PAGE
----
I think Reuters, Europe and the rest of the world are failing to forget about an even more oppressed country in Eastern Europe…Belarus, which is really the true center of Europe. Their own people don’t even care to vote in the upcoming election because they are disappointed in the current regime. They are dealing with fake pro-Russian candidates. The country restricts chances for political activity and monitor all of its media as a tool for propaganda. Lukashenka is running for the fifth time, sure the elections will be rigged.

Posted by maximillion92 | Report as abusive

Free world. Now there’s a map I’d like to see. Saudi Arabia, Pakistan, China. All trade partners, allies, and/or recipients of our foreign aide. Are they part of the “free world?”

Posted by Solidar | Report as abusive

I see the paid PutinBots are out in force commenting here again.

Posted by evilhippo | Report as abusive

I’m trying to reconcile how foreign interests propping up any government somehow makes them “independent”?

Posted by 2ndThink | Report as abusive

Ukraine is boring but what is important is that we must investigate the war crimes, where European soldiers are involved,
http://www.indymedia.org.uk/en/2015/09/5 21461.html
Authorities of Ukraine insist that everything is fine but the evidence above says that we should pay attention to what’s going on in Ukraine.

Posted by Kristiand | Report as abusive

Self determination for others, but only if our interests are served first. The hypocrisy is revolting.

Posted by sarkozyrocks | Report as abusive

Kennan opposed the Clinton administration’s war in Kosovo and its expansion of NATO (the establishment of which he had also opposed half a century earlier), expressing fears that both policies would worsen relations with Russia. He described NATO enlargement as a “strategic blunder of potentially epic proportions”.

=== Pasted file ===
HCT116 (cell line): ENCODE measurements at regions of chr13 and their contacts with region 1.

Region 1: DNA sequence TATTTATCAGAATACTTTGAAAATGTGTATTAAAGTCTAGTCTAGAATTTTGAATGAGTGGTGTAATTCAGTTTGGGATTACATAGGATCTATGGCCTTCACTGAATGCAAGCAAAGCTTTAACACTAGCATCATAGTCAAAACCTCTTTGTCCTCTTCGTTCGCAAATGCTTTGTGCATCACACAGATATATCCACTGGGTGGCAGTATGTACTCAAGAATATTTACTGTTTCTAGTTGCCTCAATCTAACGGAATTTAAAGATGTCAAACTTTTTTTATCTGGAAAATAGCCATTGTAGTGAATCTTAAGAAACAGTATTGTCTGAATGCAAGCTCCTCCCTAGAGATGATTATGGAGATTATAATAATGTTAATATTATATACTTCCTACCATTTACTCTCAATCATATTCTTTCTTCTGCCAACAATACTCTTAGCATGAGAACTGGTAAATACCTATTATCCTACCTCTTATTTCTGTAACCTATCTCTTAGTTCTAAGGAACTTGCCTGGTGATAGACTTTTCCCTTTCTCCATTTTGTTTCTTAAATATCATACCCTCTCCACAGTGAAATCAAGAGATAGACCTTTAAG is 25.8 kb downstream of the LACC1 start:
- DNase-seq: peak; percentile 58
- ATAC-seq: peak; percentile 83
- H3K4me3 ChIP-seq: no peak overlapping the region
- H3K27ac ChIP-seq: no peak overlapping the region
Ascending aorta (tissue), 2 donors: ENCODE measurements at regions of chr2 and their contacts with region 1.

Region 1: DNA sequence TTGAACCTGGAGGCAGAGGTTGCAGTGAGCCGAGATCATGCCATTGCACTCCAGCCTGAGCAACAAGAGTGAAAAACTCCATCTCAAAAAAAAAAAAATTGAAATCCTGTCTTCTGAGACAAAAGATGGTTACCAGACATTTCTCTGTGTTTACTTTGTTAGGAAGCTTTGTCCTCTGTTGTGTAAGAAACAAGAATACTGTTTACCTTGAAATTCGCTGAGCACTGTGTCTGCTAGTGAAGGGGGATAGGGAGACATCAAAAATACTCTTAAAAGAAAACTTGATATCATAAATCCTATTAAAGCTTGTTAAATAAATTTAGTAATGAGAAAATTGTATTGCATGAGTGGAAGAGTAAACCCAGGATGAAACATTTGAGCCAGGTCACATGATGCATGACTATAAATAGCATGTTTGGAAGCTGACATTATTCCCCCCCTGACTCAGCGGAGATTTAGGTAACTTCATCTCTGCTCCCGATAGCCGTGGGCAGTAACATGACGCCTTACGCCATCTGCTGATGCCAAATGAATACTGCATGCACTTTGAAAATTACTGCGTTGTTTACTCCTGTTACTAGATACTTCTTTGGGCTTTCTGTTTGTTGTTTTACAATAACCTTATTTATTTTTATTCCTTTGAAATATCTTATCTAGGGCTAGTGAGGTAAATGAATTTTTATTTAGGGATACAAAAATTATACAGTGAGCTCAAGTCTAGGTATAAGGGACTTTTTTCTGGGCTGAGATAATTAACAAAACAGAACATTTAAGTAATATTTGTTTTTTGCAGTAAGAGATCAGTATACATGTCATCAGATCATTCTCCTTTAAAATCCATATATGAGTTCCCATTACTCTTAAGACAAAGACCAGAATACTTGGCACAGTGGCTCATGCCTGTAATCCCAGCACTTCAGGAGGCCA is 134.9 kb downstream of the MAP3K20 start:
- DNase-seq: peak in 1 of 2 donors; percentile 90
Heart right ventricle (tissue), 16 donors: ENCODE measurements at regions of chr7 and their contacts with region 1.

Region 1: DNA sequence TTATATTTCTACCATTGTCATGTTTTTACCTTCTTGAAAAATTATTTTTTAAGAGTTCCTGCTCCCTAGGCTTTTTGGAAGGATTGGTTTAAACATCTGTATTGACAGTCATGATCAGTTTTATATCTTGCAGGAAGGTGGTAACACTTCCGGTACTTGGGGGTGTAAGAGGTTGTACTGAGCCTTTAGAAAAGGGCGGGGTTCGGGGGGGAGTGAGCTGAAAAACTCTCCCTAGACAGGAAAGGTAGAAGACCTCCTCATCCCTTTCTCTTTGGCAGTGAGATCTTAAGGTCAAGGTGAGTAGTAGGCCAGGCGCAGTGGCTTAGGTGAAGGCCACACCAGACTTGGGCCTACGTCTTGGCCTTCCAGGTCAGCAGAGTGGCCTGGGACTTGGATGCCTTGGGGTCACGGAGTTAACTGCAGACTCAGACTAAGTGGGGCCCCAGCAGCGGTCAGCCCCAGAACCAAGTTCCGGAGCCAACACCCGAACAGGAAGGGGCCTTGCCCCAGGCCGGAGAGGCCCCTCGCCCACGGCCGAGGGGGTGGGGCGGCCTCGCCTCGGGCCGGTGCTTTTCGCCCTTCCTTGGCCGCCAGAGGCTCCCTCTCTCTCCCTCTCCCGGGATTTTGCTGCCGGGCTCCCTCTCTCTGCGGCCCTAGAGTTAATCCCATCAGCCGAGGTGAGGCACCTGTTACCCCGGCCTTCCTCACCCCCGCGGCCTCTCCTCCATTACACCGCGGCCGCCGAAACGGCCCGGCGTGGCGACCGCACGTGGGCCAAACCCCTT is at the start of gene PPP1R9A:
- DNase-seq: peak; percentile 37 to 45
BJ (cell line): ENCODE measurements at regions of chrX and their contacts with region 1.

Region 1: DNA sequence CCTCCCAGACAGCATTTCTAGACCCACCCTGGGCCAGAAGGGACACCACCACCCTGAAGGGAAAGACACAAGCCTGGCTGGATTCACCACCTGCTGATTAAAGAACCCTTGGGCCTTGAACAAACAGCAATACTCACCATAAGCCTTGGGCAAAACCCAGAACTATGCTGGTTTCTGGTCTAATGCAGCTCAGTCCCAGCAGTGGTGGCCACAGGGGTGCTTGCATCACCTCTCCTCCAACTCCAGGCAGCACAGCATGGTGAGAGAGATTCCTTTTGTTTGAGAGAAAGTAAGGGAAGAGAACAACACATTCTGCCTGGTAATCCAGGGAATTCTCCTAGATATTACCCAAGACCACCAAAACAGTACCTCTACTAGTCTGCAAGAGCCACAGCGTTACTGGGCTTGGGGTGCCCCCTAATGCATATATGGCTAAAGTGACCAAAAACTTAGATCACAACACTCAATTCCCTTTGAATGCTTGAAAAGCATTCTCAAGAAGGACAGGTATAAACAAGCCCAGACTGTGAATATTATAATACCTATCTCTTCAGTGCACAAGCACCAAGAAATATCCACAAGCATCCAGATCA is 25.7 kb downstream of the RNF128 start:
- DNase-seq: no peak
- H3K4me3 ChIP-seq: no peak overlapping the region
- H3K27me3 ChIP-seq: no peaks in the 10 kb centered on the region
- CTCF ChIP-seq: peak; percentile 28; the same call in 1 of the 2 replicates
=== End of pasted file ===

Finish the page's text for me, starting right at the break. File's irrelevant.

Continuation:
Perhaps a nuclear war or a bankrupt US?
The United States currently provides about 25 percent of these NATO common-funded budgets, and will continue to do so after the addition of the new members. source NATO

NATO countries to follow through on commitments to spend 2 percent of their nations’ gross domestic product on defense. Only four NATO nations meet that threshold: the U.S., Britain, Greece and Estonia.

At present, NATO has 28 members. In 1949, there were 12 founding members of the Alliance: Belgium, Canada, Denmark, France, Iceland, Italy, Luxembourg, the Netherlands, Norway, Portugal, the United Kingdom and the United States. The other member countries are: Greece and Turkey (1952), Germany (1955), Spain (1982), the Czech Republic, Hungary and Poland (1999), Bulgaria, Estonia, Latvia, Lithuania, Romania, Slovakia, Slovenia (2004), and Albania and Croatia (2009).

Posted by americangrizzly | Report as abusive

24 of 28 NATO countries don’t pay a fair share of NATO’s costs. They prefer diplomacy, and in fact defund NATO as this is controlled solely by the US. Basically not paying their bill and spending this money in their host country to benefit their citizens lives. The US government will probably shutdown 1 Oct of non essential spending. As Congress by the Constitution can defund.

Posted by americangrizzly | Report as abusive

“The loss of Crimea, Russia’s backing of the breakaway militants in Ukraine’s eastern industrial provinces of Donbass and Lugansk, …”

The province of Dobass doesn’t exist. Donbass is a region, consisting of the Luhansk and Donetsk provinces. https://en.wikipedia.org/wiki/Donbass

Posted by AnonymousMouse | Report as abusive